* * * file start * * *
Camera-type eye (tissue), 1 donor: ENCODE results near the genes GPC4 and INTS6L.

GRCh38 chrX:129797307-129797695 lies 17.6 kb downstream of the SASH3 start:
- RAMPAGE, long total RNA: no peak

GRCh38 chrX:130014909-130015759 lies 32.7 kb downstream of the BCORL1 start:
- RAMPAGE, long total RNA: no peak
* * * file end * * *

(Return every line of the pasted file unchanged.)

Camera-type eye (tissue), 1 donor: ENCODE results near the genes GPC4 and INTS6L.

GRCh38 chrX:129797307-129797695 lies 17.6 kb downstream of the SASH3 start:
- RAMPAGE, long total RNA: no peak

GRCh38 chrX:130014909-130015759 lies 32.7 kb downstream of the BCORL1 start:
- RAMPAGE, long total RNA: no peak